Now that we have spent time detailing the implementation of guided math tracking into your daily routine in the classroom, we can move on to tracking data with guided math this school year. If you haven’t read 3 Simple Tricks for Running Guided Math Groups Successfully, you should definitely take time to start guided math tracking to do that now, no matter what grade level you’re teaching.

The data that you have collected by using guided math tracking can be used to show mastery, help you plan for future lessons, and can be used to help students with assessments and math skills. If you haven’t been convinced yet that guided math is for you then check out this blog post and this blog post as soon as you can. If it is your first time trying guided math and you aren’t sure where to begin then check this out!

**Mastery**

Before you begin tracking data with guided math tracking, you need to decide how you want your students to show mastery of the concepts taught and practiced during guided math education. Do you want your students to demonstrate mastery mentally or orally? Should they use manipulatives or not? Are they allowed to work with other students together or alone? Would you allow them the use of scratch paper or a calculator?

If you need help gathering math data on your student success I’ve got you! I have created math assessments for 1st-3rd grades that cover every common core standard of mathematics instruction. You can get these assessments with or without student “I can” posters for positive effects. All assessments come with multiple assessment options, data tracking sheets, and organization tabs for your binder. What more could you need to foster student achievement?

**How will you use the data?**

The most common answer to this question is to use the data to see what your next steps will be in teaching students. Will you spend more time on a specific skill, or will you move on to the next skill? Maybe the guided math groups you’ve already created need to change. Some students are ready for the following skill, and some are not. The groups need to be fluid week to week based on the data you track in your guided math groups. Differentiation is the key to running successful guided math groups.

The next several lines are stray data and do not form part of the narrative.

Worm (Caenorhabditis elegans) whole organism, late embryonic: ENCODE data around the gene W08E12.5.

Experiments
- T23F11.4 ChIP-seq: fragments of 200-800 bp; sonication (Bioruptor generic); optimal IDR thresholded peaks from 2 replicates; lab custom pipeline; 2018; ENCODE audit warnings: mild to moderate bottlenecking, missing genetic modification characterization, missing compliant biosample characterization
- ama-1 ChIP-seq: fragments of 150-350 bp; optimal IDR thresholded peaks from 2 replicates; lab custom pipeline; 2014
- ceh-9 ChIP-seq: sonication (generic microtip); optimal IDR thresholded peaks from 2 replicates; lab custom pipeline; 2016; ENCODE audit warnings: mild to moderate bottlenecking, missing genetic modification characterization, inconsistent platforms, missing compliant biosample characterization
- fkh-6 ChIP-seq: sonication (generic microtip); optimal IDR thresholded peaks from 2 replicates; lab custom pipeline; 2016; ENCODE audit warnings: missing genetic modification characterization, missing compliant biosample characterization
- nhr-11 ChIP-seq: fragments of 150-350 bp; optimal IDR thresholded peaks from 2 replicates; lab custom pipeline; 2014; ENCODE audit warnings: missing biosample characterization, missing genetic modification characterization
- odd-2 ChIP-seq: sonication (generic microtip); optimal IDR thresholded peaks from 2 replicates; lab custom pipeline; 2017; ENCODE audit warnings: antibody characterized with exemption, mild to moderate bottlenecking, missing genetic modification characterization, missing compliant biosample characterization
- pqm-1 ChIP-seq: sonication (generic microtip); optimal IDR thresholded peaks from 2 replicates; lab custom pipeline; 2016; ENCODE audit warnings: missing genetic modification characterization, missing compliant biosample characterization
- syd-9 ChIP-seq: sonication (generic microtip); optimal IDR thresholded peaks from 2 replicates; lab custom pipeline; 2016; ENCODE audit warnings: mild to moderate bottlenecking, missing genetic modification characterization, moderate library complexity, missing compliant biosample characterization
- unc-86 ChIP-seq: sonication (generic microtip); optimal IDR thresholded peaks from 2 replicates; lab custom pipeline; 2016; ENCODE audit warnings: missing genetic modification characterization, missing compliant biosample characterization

By the way if you want a free differentiated guided math game to try out in your small groups or math centers you can snatch that up here!

Perhaps tracking data with guided math groups will lead you to a new lesson plan. Basing your lesson plans on what your students understand about math and what they need to learn next is best for them. With curriculums and districts moving at a certain pace, this isn’t always possible. Always make sure you cater your lessons to your students’ strengths and needs.

**How will you collect the data?**

Tracking data with guided math can be complex with the different stations your students travel to throughout guided math time. With worksheets, activities, or exit sheets that can be turned in, your students need to write their name and make sure it gets in the correct box to collect and record data for tracking data with guided math.

If there is not an option for turning in a physical product to record data, you can have your students take a picture of their work for you with an available tablet in the class. Sometimes there is no tablet available or that is not practical. In this case you can use the honor system to have students add their names to a list of completed tasks.

**How will you record the data?**

Once you know how you will use the data you gather from your guided math groups, you will learn how to record the data in the best way for tracking success rates for future use. There are a lot of different ways you can record data. I have spent a lot of time and energy thinking about the many different ways teachers like to use assessments and see data. Please look here for some ideas and tracking options. You may have a tried and true method for recording data already. If so, be sure to use the technique that makes the most sense to you in your grade level. Consider how you will use the data.

**Conclusion**

Tracking data with guided math groups helps see which skills your students have mastered. It also helps you see which they need to continue to work on. Once you determine how they will show you mastery you can develop your lessons based on their needs, and help your students to pass their assessments with flying colors.

Need help developing guided math lesson plans? I have a yearly bundle of guided math plans for 1st grade that includes differentiation options, challenge extensions, games, math work mats, and so much more!

If you like these math assessments and data trackers I also have them in an ELA version as well!

For more ideas about guided math and helpful tips on guided math group content, head over to my website!

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[…] best part of guided math for me and my class is the differentiated instruction. I found that tracking and organizing my math data is crucial for differentiating in the best way for… I love using an organized binder with tabs and tracking sheets. I have them for individual students […]